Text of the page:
Friday, June 20, 2008

Women Cancel Marriage - Follow-up To Previous Post

“Alimony is a system by which, when two people make a mistake, one of them keeps paying for it” -- Peggy Joyce

In a follow-up to the article and within hours of an op-ed piece appearing in the Boston Globe that condemns Massachusetts' out-of-date and lopsided alimony laws ("The Chilling Effect of the State's Divorce Laws," June 13, 2008), we can see the growing influence that alimony has on parties decisions whether or not to get married. In turn, it is the primary cause that is responsible for the current Marriage Strike that is changing the landscape and structure of the family and institution of marriage in our society.

Undisclosed in these reports is the fact that The Alliance For Freedom From Alimony, Inc., which is the national organization for alimony reform in the U.S., has been supporting the efforts of the Reform Massachusetts Alimony which is the Massachusetts chapter branch of the Alliance. The Alliance's legal team has been responsible for assisting them in their legal efforts from its inception though to the appeals court.

Women Cancel Weddings Within Hours of Boston Globe Op-ed Regarding State's Alimony Laws

BOSTON, June 18, 2008 /PRNewswire via COMTEX/ -- Within hours of an op-ed piece appearing in the Boston Globe that condemns Massachusetts' out-of-date and lopsided alimony laws ("The Chilling Effect of the State's Divorce Laws," June 13, 2008), Mass Alimony Reform received a phone call from a woman who had planned to marry a divorced man in September, but after reading the article, decided to cancel her wedding.

Link to Boston Globe op-ed:

The op-ed mentions the story of Cathy Ortiz, who works as a secretary in Fairhaven, MA. In 2007 she was ordered to write a weekly check to her husband's ex-wife, because her husband is out of work, even though the ex-wife works full-time and receives benefits. Under the state's current laws, she is entitled to lifetime alimony even though she works full-time and received an equitable share of marital assets in the divorce.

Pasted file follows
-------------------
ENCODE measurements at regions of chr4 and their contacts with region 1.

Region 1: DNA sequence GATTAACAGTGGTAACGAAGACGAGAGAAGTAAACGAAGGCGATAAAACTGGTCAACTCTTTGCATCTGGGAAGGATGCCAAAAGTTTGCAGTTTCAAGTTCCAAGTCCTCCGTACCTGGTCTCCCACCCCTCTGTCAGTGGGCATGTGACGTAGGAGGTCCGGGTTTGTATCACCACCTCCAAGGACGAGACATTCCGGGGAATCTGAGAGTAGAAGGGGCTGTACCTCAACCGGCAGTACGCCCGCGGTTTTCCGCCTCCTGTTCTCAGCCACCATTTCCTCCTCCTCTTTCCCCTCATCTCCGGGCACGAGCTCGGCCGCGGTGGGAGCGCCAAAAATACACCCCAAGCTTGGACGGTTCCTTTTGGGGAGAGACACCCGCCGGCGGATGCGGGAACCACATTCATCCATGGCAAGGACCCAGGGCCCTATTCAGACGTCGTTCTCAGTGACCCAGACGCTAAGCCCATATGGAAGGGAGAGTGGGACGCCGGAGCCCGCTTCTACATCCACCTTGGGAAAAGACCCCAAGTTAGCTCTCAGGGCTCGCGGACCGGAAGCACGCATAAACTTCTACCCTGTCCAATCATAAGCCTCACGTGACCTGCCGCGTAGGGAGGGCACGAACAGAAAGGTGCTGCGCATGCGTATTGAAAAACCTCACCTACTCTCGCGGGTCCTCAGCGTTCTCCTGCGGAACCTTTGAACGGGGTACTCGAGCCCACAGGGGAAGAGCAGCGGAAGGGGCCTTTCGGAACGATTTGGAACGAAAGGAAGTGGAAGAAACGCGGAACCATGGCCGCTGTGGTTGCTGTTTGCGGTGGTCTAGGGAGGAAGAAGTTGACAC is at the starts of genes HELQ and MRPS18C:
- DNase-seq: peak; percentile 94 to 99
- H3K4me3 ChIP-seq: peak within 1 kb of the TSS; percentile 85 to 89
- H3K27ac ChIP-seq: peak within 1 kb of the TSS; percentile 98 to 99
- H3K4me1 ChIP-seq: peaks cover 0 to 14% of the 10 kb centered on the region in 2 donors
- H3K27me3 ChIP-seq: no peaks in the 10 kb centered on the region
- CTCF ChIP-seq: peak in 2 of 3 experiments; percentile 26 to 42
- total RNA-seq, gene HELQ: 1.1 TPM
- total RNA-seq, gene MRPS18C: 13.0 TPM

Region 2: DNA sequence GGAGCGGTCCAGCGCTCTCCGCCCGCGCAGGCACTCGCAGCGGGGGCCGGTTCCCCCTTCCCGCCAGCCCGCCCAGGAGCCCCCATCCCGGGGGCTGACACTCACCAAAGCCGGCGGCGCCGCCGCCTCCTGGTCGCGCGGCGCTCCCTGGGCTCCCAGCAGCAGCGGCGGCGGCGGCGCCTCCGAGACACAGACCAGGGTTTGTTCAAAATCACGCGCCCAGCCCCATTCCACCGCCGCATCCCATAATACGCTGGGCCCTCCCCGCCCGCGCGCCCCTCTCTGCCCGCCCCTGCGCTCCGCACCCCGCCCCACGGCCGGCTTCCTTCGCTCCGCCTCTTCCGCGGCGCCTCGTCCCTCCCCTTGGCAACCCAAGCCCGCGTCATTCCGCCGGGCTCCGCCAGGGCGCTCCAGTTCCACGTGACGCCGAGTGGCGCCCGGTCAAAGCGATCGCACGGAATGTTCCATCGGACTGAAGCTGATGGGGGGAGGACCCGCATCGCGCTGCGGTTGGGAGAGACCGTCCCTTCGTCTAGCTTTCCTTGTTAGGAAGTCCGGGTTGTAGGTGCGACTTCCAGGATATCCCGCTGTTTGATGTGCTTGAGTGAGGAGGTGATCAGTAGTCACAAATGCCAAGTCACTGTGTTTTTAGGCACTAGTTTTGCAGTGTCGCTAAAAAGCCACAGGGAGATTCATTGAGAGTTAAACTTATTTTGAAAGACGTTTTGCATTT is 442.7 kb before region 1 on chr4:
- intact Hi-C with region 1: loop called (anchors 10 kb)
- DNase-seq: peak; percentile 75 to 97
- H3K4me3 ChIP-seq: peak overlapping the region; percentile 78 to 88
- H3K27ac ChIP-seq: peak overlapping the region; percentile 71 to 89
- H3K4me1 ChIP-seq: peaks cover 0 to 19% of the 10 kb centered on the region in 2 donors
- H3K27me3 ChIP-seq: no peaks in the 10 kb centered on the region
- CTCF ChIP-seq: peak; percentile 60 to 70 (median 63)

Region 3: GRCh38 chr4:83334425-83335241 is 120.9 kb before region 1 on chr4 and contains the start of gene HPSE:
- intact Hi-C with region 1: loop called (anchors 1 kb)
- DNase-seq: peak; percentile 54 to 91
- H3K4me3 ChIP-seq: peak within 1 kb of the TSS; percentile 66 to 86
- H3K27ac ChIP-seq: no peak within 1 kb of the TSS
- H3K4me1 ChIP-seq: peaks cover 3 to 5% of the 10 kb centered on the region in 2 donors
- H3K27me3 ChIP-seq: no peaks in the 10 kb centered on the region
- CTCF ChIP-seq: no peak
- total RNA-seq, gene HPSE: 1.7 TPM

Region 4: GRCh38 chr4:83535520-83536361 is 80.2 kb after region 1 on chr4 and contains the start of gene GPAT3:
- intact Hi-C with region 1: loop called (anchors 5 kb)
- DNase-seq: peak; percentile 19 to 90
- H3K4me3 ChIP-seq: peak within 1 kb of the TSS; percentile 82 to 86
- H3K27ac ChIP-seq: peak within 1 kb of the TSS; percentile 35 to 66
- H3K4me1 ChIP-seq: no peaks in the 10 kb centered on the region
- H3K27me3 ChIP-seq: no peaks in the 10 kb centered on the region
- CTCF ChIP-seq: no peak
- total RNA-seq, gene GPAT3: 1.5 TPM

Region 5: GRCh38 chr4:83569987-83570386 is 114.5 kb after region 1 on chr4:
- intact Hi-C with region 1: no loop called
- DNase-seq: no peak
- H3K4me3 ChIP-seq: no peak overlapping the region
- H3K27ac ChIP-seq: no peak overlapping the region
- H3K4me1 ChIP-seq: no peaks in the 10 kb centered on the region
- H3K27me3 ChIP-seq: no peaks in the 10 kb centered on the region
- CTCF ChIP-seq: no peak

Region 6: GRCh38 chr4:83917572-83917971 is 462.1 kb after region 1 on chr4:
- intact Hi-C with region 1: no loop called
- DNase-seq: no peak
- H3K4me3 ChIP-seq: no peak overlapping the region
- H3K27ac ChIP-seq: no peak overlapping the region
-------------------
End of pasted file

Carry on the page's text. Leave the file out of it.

By Monday evening, three days after the op-ed appeared, Steve Hitner, founder Mass Alimony Reform, and Deb Scanlan, founder of The 2nd Wives Club, who support reforms in the state law, had received numerous emails from women saying that they are canceling weddings rather than become subject to divorce laws that could involve their paying alimony to their new husbands' ex-wives once they married.

"We have been astonished by the reaction to the op-ed," said Hitner, whose organization is backing a comprehensive bill, HR 1567, in the Massachusetts legislature. "People are calling from all over the country who are suffering under Massachusetts alimony laws because they got divorced here decades ago."

The op-ed has provoked radio and television media attention, on major stations, including WBZ AM talk radio and WRKO AM.

The author of the op-ed, writer Elizabeth Benedict, has also received queries from strangers concerning their marriage plans. In the op-ed, Benedict describes herself as one of a growing number of people in Massachusetts who refuse to marry because of the state's harsh divorce laws, and particularly those that affect men with lifetime alimony obligations.

"There is no other state in the country that has alimony laws that remotely resemble those of Massachusetts," said attorney Tim Taylor, Lincoln, MA, who drafted HR 1567 and modeled it on California's law, which is considered the state that is most protective of women's interests. HR 1567 was introduced earlier this year but sent for "further study" by the Judiciary Committee. "These laws desperately need to be updated," Taylor said.

Massachusetts alimony practices are not based on statutes passed by the legislature, but on case law, the details of which are unknown to most legislators. Alimony law is gender neutral, but 96 percent of alimony in Massachusetts is paid by men to women.

Currently these are common practices:

-- Alimony is awarded after marriages as short as five years.
-- Couples who sign prenups that waive their right to alimony can and do have their prenups overruled by judges.
-- Alimony is almost always awarded with no time limit. Current law does not permit putting an end date on alimony.
-- Alimony payments do not automatically end or decline when a man retires. A man may be ordered to pay his ex-wife alimony from the pension he lives on and from which she has already received an equitable share at the time of divorce.
-- Alimony is commonly awarded at 30 to 40 percent of total household income, including second spouse.
-- Alimony without end is awarded to women with full-time jobs with benefits and to women with advanced degrees, technical skills, and/or licenses, such as nurses, realtors, and financial analysts.

About Massachusetts Alimony Reform:

Mission of Massachusetts Alimony Reform: "To promote peace and the independence of the parties to divorce, we must amend the alimony laws to clarify guidelines, protect the truly needy and eliminate lifelong marital welfare" .

Please contact Mass Alimony Reform 508 335-0069 for additional information, including a copy of HR 1567, a set of horror stories by people subject to the Massachusetts Probate and Family Court system, and to find out how you can help change the law.
SOURCE Massachusetts Alimony Reform
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